Growing up, you might have heard the saying "you get what you pay for." But, does that apply to the sophistication of your brake system? This article will explore the differences between economic brakes and premiums.
A sophisticated system
A brake system has many moving parts to consider that are essential to the safety and longevity of a vehicle. If it were equipped with old brakes or ones that were never checked on, tuned up or replaced, that could put the driver and everyone on the road at risk of an accident. Because of the importance of this system, it's important to know the different parts of a brake.
A disc brake system, for example, uses discs to turn the wheel. The disc uses brake pads fitted to a caliper to grab the spinning disc or rotor so that the vehicle can slow down. Brake pads cover a percentage of the rotor to efficiently stop the vehicle. The entire braking system is operated with hydraulics to apply pressure from the pads to the rotor when the brake pedal is pressed.
With these systems in place, there still needs to be a massive amount of force applied to bring your vehicle, weighing thousands of pounds, to a stop as it travels at 40 to 60 miles per hour. Choosing the right brake pads will help evenly distribute the necessary brake pressure for a smooth stop.
New vs. aftermarket brake pads
No matter which brand or style, the brake pads will help stop a car. However, it's important to note that the National Highway Traffic and Safety Administration (NHTSA) has guidelines for new vehicle standards, but not for aftermarket replacement brakes.
The standards ensure new vehicles go through rigorous brake testing such as coming to a complete stop within a certain distance. The same manufacturing rules do not apply to replacement parts. What this means is that you need to be familiar with where your parts are coming from to ensure trustworthy brake replacements.
Two types of brakes
There are two types of brake pads on the market today: semi-metallic and ceramic.
Semi-metallic brake pads have friction quality controlled by a variety of metals such as iron, steel and alloys bound together by graphite lubricant. High-quality brakes will contain between 30% and 60% metal. Higher metal content will help dissipate heat well, have greater durability and provide more stopping power. The downside is that they create brake dust and can be noisy.
Ceramic brakes, on the other hand, are composed of dense ceramic fabric with copper fibers weaved throughout to help dissipate heat more efficiently. They were first introduced in the 1980s and have gained popularity as technology has advanced. Because they're made from a softer material, they do not wear down on the rotor as quickly as other materials. This means that they have a longer life, and create less dust and noise.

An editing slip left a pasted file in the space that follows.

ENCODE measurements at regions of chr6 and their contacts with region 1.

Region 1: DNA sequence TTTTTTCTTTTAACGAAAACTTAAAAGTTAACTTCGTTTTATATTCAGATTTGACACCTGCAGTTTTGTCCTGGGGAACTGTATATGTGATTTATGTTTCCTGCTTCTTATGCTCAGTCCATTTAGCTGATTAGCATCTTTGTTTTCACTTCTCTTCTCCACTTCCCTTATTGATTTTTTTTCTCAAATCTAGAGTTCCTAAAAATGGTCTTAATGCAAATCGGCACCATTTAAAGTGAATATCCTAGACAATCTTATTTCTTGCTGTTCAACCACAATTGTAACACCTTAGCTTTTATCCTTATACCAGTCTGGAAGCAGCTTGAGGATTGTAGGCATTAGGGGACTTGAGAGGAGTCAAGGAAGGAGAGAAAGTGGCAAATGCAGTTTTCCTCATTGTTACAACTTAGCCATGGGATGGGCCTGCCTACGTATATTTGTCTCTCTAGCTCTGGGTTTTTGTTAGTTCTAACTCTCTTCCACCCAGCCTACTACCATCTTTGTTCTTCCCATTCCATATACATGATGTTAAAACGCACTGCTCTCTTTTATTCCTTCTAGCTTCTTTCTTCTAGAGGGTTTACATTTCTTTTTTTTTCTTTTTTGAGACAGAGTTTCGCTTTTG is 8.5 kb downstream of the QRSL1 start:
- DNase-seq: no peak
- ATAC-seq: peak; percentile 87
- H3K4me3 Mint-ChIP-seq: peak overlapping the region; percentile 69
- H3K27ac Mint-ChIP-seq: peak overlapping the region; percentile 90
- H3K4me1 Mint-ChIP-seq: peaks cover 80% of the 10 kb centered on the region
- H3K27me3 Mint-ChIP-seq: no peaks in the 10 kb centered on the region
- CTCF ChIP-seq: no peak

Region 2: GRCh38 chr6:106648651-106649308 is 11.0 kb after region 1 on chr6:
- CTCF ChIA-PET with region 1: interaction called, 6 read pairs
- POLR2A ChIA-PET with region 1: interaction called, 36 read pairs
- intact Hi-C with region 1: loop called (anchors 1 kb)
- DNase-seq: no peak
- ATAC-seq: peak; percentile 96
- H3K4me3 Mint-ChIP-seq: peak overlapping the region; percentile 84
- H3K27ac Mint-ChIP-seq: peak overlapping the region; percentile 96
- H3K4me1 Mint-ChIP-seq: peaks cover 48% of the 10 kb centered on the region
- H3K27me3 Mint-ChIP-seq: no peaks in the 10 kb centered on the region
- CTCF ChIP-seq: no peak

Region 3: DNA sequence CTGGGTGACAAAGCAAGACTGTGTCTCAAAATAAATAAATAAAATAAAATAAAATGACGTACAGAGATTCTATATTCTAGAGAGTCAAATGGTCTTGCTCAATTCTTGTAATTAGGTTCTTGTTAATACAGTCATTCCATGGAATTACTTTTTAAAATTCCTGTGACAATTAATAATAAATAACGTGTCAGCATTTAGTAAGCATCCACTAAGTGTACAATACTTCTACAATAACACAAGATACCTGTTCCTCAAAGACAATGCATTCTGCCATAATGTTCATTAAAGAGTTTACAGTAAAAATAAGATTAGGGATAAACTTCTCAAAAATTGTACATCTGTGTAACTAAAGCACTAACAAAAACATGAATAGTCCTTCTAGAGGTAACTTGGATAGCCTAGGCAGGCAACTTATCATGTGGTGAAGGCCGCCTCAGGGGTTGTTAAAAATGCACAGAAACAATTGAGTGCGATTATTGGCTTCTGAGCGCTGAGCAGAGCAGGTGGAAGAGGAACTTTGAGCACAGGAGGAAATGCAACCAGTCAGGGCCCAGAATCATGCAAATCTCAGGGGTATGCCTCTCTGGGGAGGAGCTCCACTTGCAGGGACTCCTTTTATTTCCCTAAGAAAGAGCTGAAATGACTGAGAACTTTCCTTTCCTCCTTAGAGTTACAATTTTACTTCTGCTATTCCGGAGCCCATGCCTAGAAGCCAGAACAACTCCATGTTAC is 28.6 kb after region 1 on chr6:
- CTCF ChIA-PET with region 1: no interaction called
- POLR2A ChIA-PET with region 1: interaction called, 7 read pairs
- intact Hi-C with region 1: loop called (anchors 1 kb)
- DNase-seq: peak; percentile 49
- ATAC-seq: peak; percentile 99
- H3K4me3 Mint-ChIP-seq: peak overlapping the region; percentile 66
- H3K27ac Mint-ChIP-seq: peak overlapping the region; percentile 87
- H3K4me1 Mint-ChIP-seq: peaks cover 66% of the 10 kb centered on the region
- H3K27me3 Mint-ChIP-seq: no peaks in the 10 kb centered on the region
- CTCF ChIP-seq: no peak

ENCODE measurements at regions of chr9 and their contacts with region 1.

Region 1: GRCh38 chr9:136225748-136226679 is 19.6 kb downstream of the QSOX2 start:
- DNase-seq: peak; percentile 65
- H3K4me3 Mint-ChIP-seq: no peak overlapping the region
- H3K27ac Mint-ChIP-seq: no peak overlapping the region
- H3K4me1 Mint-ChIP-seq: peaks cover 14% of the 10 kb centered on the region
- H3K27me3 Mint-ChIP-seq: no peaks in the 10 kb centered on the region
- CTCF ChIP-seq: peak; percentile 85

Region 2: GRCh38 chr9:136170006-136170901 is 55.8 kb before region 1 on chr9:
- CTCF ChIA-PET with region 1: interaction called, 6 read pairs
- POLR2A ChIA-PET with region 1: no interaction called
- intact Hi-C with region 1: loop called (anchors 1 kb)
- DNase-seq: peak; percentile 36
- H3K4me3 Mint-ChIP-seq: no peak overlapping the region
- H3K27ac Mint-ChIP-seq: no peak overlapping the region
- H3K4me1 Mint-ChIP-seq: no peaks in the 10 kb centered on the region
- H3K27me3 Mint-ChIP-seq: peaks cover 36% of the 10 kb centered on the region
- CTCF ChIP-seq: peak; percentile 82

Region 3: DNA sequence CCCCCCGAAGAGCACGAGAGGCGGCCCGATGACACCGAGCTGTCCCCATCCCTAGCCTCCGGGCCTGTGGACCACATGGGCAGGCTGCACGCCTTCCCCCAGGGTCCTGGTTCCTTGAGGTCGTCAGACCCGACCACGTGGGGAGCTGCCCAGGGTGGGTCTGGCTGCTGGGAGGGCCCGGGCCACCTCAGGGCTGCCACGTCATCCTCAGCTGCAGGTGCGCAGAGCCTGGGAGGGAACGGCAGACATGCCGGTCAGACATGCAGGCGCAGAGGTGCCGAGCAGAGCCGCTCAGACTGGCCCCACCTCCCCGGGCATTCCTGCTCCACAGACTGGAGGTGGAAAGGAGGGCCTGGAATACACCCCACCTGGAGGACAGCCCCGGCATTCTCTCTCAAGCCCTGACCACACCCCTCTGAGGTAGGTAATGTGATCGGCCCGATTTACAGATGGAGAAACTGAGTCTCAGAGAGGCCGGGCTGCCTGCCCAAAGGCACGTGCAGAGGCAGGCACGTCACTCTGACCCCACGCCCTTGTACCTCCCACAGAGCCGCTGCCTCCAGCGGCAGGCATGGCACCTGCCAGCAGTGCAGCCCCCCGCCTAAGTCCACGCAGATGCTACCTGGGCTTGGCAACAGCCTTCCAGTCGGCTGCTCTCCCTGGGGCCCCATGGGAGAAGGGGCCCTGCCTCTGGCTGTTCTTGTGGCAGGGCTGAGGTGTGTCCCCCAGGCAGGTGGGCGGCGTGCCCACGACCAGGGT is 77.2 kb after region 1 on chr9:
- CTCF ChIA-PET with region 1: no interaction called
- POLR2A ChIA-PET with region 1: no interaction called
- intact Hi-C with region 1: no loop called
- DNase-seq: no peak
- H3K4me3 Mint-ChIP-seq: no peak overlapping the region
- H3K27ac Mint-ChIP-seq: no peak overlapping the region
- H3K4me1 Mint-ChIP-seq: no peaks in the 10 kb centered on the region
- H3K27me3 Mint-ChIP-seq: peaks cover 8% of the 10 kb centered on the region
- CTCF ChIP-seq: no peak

Choosing the better brake
When it comes to choosing the best brakes for a vehicle, you need to consider stopping power. While all brake pads will help the vehicle come to a stop, premium brake pads have increased force capabilities and are more durable. The major difference between economy and premium brakes is the friction layer, or the piece of the brake pad that is in contact with the rotor.
Both economy and premium brakes will help get your vehicle to slow down in time. However, if you are building a vehicle that you don't want to have to replace the pads for often, or a performance vehicle that will see a lot of braking power, it's best to choose a premium pad. Premium pads will perform more consistently for a longer period of time no matter how much pressure you put on them.
Consider how you use your brakes as well. Are you looking for a vehicle that will take you from work to home and the occasional dinner or are you looking for a performance vehicle that will travel up and down mountains and perform at high speeds? Both ceramic and semi-metallic brakes can help you feel safe and in control on the road, but premium brake pads will make a difference in the longevity of your braking system.
Greening Testing Laboratories is a fully certified brake testing lab that provides a variety of brake testing services worldwide. Contact Greening for a complimentary brake testing consultation.